I approached our house in Los
Gatos, California, after dance
lessons, I thought it odd to see my
Uncle Hoy there. It was dinner
time, and he and my dad were standing in the doorway,
and double odd, my dad was crying. Then there was
screaming, and I remember it took a few seconds to
realize the screams were my own. Lisa, my younger sister,
was looking at me with terror. To this day, more than 50
years later, I remember her face.
That was the day my mother died — October 23,
1963. I was 10 years old. Through tears, my father tried
to explain what is unexplainable to a child, he said that
Mom’s heart just stopped. We knew she had been a little
tired recently and was out of breath easily. She worked the
night shift, and her doctor told Dad to hire a housekeeper
to take the strain off her at home.
I’ve learned since that no housekeeper can fix an
idiopathic dilated cardiomyopathy. After a little research
through family members, my dad found that my maternal
grandmother had died fairly young, in her mid-50s, of heart
problems. They had no titles of conditions back then, she
just had problems.
It was no fun for two young girls without a mother in the
‘60s, but that is another story.
Fast forward to 1994, I’m the 41-year-old mother of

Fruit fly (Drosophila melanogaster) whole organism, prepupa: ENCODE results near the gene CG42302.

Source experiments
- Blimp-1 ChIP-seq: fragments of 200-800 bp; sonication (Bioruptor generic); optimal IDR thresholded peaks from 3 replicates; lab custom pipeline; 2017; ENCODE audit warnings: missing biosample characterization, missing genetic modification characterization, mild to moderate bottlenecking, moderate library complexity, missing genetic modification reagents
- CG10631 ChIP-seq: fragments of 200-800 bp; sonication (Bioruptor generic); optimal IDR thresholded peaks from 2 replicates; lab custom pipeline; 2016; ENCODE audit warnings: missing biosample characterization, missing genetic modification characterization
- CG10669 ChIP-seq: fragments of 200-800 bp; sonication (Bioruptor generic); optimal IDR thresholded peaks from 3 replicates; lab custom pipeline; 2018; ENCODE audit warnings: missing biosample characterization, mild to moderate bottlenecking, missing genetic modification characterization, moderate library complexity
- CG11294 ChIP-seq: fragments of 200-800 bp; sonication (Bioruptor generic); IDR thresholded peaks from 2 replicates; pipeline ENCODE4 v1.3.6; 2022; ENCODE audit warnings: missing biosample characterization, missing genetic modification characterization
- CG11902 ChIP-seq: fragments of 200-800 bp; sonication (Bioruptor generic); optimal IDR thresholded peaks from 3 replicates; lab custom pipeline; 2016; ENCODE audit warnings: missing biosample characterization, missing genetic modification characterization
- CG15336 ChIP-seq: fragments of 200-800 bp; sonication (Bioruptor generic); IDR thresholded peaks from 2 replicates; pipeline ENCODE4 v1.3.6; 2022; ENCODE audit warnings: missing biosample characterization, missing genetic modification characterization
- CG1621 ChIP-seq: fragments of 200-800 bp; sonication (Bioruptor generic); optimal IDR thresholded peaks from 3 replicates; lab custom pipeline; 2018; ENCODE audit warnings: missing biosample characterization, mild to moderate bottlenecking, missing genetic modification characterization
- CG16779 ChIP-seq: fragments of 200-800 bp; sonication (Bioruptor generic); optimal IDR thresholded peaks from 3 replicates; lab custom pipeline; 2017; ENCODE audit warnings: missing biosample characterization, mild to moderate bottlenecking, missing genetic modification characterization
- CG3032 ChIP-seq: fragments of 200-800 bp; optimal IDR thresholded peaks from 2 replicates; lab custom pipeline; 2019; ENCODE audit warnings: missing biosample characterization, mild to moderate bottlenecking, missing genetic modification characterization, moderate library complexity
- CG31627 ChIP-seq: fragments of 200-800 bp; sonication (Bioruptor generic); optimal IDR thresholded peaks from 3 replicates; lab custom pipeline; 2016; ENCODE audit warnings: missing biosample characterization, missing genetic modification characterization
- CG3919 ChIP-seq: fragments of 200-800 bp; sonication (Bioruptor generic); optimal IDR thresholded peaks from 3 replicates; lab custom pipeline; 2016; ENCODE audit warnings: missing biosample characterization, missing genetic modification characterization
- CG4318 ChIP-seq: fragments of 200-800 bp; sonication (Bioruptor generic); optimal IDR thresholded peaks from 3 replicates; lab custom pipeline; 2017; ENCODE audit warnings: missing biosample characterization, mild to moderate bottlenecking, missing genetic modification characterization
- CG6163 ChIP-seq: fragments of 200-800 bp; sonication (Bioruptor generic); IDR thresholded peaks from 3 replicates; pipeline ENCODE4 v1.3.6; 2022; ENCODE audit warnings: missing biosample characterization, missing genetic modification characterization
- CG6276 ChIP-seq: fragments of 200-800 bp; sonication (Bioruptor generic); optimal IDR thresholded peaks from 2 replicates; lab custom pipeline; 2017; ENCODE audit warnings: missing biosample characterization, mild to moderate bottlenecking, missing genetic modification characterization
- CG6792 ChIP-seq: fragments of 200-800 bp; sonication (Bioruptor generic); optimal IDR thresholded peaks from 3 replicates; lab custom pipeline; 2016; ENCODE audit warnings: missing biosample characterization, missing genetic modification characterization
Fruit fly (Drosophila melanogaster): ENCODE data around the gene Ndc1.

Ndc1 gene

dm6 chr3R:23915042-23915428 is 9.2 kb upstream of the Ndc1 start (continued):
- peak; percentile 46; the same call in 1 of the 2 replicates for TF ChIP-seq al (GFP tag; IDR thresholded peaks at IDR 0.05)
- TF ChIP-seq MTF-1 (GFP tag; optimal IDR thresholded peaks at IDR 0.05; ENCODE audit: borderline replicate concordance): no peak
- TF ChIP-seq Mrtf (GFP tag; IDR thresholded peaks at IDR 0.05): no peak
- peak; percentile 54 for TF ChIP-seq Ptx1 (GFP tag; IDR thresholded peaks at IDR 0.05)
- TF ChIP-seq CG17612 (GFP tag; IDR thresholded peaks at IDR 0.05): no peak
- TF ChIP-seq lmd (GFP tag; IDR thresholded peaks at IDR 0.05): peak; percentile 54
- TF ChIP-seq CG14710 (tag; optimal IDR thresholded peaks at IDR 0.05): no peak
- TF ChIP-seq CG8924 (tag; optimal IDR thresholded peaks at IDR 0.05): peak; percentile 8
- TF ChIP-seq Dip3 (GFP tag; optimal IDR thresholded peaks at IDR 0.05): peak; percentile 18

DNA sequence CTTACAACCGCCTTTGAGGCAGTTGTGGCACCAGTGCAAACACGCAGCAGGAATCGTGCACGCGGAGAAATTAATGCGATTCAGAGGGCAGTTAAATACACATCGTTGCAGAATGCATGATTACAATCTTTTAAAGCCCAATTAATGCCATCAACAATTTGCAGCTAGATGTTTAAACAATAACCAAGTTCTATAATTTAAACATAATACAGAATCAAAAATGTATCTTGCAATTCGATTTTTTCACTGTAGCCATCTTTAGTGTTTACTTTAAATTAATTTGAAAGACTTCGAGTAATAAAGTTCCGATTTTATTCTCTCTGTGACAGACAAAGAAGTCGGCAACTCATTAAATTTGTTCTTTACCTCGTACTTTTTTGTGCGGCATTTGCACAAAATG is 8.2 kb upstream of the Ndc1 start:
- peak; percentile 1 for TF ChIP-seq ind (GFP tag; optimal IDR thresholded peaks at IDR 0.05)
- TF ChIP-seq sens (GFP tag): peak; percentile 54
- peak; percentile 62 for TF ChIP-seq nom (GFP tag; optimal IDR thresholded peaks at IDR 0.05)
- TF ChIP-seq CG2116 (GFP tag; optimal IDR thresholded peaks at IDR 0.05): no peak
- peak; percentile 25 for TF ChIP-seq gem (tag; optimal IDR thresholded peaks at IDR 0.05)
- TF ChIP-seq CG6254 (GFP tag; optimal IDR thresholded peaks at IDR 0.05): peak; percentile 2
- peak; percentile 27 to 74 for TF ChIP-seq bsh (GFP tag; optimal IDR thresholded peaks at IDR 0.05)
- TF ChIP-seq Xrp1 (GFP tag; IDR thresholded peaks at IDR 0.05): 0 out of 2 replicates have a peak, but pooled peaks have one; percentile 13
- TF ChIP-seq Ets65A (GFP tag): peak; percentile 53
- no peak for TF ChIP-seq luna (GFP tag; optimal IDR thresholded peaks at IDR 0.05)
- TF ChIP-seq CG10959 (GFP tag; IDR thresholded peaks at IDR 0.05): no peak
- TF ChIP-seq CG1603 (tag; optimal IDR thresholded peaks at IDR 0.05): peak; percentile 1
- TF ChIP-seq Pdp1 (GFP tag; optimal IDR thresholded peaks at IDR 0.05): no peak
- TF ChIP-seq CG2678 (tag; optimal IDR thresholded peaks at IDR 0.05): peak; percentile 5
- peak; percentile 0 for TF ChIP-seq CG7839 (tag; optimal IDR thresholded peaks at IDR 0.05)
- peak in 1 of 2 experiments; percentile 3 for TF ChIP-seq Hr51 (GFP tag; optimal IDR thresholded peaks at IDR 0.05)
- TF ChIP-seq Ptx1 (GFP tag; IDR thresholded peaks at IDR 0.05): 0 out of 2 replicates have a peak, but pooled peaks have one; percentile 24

Ashley and Heather, 8 and 11, living in Morgan Hill,
California, stressed to the max, working full time and in the
midst of a divorce.
I complained to my doctor that I’d been very tired and
out of breath, which I especially noticed running up and
down the sidelines of Heather’s soccer games. I described
my life and symptoms to him, I even mentioned that in the
mid 80s my OB-GYN noticed an irregular heartbeat. He
listened and referred me to a psychologist for therapy.
I went a couple of times, but I was still out of breath on
the sidelines. There were many sleepless nights, so I filled
my days with cup after cup of coffee just to get through.
The days turned into weeks, and weeks into months. All
of 1995 was a fog.
A year after the psychologist, I was sitting at my desk
sipping my fourth cup of coffee when I noticed my heart
beating very irregularly. I mentioned it to a co-worker,
who gave me this ‘Duh’ look and said “Go straight to
I expressed my concerns and symptoms to my doctor
who referred me to a cardiologist. There I got an angiogram
and a diagnosis of “mild cardiomyopathy” and was put on a
mild dose of digoxin, a heart failure drug.
Less than a year later — on November 14, 1996, at 10: 17
a.m., an elderly man on his way to the doughnut shop found
me, collapsed on the sidewalk outside of work, between the
bushes and the cars parked on the street. The dear old man
waved his cane and got someone to call 911. The ambulance
made a U-turn and was there immediately. A fire truck
arrived shortly. Chaos all around and no one knew it was me!
A lightning bolt was sent through my body, not once
but four times. It triggered a faint heartbeat, and I was
a tale ofTwo
By Janice Taylor | Loomis, California